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New Champion in Sled Dog Race


13 March, 2019

The Iditarod Trail Sled Dog Race has a new champion. Peter Kaiser won the 1,600-kilometer race early Wednesday. He is from the U.S. state of Alaska.

Kaiser is the first person of Yup'ik descent to win an Iditarod race, notes a statement on the race's website. Yup'ik refers to a group of native people.

Kaiser's team crossed the finish line in Nome, Alaska, with a time of 9 days, 12 hours, 39 minutes and 6 seconds, said a statement on the Iditarod website. Kaiser won the race by about 40 minutes and beat the defending champion, Norwegian Joar Leifseth Ulsom.

Kaiser has competed in the race several times before. He has won other famous dogsled races, including the Kuskokwim 300.

Pete Kaiser of of Bethel, Alaska poses after winning the Iditarod Trail Sled Dog Race after crossing the finish line in Nome, Alaska, U.S. March 13, 2019. REUTERS/Diana Haecker/Nome Nugget
Pete Kaiser of of Bethel, Alaska poses after winning the Iditarod Trail Sled Dog Race after crossing the finish line in Nome, Alaska, U.S. March 13, 2019. REUTERS/Diana Haecker/Nome Nugget

What is the Iditarod?

The Iditarod is the self-proclaimed "Last Great Race on Earth."

Competitors, called mushers, ride sleds dragged by teams of dogs. The sled teams go over difficult ground and combat freezing temperatures and strong winds.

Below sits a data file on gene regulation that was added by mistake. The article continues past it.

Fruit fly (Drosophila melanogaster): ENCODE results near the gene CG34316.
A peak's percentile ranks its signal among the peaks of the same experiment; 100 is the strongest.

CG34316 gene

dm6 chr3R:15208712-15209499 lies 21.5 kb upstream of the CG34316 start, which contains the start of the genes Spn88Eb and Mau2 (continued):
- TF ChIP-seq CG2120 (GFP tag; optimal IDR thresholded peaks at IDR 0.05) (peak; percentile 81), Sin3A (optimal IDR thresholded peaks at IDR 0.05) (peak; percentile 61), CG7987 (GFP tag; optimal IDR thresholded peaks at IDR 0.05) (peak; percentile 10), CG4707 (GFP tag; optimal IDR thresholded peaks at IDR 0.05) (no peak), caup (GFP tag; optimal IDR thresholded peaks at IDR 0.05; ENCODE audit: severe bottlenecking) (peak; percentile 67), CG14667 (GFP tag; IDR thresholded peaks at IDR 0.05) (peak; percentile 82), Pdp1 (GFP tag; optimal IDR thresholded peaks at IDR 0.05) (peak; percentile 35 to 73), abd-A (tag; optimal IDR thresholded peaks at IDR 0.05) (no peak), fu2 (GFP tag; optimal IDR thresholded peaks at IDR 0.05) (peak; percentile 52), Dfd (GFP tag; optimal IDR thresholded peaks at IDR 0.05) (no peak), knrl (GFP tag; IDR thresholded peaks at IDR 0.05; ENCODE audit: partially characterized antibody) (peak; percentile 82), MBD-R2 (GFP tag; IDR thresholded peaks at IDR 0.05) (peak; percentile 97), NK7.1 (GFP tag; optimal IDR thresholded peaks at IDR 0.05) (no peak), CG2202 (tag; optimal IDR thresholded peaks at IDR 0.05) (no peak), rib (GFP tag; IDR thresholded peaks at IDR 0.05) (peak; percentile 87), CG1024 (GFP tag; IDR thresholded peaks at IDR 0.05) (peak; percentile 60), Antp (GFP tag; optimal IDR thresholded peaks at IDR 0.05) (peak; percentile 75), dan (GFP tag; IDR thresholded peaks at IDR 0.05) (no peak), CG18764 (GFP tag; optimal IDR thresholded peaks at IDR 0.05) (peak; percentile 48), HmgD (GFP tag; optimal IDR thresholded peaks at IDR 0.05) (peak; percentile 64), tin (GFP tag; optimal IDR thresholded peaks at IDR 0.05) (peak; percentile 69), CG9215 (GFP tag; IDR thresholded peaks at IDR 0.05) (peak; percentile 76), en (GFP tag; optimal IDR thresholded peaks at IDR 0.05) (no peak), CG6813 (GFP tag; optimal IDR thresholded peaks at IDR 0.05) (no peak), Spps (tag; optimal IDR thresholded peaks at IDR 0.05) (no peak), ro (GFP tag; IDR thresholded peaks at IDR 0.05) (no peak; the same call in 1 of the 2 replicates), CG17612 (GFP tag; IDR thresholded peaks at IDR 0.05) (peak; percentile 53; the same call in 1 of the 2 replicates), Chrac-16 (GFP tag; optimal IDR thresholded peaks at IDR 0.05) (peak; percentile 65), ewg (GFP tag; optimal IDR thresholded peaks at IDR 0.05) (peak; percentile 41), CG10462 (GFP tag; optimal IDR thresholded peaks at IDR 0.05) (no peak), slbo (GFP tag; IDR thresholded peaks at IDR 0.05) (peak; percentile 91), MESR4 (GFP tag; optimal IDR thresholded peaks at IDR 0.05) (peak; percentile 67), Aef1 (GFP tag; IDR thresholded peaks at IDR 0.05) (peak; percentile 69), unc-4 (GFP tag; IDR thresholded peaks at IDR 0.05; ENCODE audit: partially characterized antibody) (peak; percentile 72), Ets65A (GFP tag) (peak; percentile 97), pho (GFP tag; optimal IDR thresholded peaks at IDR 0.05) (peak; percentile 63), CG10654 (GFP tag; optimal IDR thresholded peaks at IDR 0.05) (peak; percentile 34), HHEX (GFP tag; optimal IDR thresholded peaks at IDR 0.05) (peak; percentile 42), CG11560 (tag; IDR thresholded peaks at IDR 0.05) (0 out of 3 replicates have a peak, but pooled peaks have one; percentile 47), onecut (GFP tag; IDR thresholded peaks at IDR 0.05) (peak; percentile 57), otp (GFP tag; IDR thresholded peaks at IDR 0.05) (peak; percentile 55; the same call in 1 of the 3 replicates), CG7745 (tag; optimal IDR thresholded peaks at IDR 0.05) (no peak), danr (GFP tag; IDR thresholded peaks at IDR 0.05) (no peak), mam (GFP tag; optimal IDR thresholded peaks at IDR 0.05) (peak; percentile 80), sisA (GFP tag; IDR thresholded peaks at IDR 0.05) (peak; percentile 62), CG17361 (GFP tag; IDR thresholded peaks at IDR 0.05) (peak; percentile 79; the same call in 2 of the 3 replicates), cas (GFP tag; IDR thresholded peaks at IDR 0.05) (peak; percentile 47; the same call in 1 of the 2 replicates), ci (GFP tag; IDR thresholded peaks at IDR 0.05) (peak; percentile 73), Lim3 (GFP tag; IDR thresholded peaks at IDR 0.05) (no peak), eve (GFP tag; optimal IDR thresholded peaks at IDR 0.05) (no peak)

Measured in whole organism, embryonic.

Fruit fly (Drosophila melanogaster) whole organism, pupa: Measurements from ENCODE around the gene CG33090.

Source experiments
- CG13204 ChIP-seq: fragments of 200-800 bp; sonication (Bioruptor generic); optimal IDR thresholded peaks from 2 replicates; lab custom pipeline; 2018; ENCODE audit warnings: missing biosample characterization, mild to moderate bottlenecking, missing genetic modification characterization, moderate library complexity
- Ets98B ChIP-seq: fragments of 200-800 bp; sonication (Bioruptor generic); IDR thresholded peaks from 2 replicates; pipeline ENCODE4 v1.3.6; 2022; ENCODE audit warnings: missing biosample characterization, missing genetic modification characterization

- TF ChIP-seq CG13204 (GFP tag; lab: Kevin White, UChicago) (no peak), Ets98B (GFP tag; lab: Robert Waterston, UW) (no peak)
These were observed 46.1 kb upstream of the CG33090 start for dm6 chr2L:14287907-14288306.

Mushers have different plans for the race. Some lead their teams at night, while others prefer to lead their teams in the day.

Mushers have unique training routines for their dogs and feed them special diets.

The race's official website notes that the Iditarod is "a tribute to Alaska's history and the role the sled dog played."

A notable race

This year's race was notable not only for Kaiser's victory, but also for the shocking loss of Nicolas Petit. Petit is a native of France living in Alaska. He had a five-hour lead -- until his dog team stopped running between two checkpoints.

Petit said one dog was bullying another dog during a rest break. "I yelled at Joe and everybody heard Daddy yelling, which doesn't happen," Petit told reporters from the Anchorage Daily News. After that, the entire team would not run. Petit had to drop out of the race.

This year's race came during a difficult two-year period for the Iditarod. Dog drugging scandals, the loss of national sponsors, and protests by animal rights activists have hurt the race's image.

I'm Jonathan Evans.

Mark Theissen reported on this story for AP News. John Russell adapted it for Learning English, with the use of additional sources. Kelly Jean Kelly was the editor.

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Words in This Story

descent – n. the people in your family who lived before you were born : your ancestors

competitor – n. someone who is trying to win or do better than all others especially in business or sports : someone who is competing

sled – n. a small vehicle that has a flat bottom or long, narrow strips of metal or wood on the bottom and that is used for moving over snow or ice

bully – v. to frighten, hurt, or threaten (a smaller or weaker person) : to act like a bully toward (someone)

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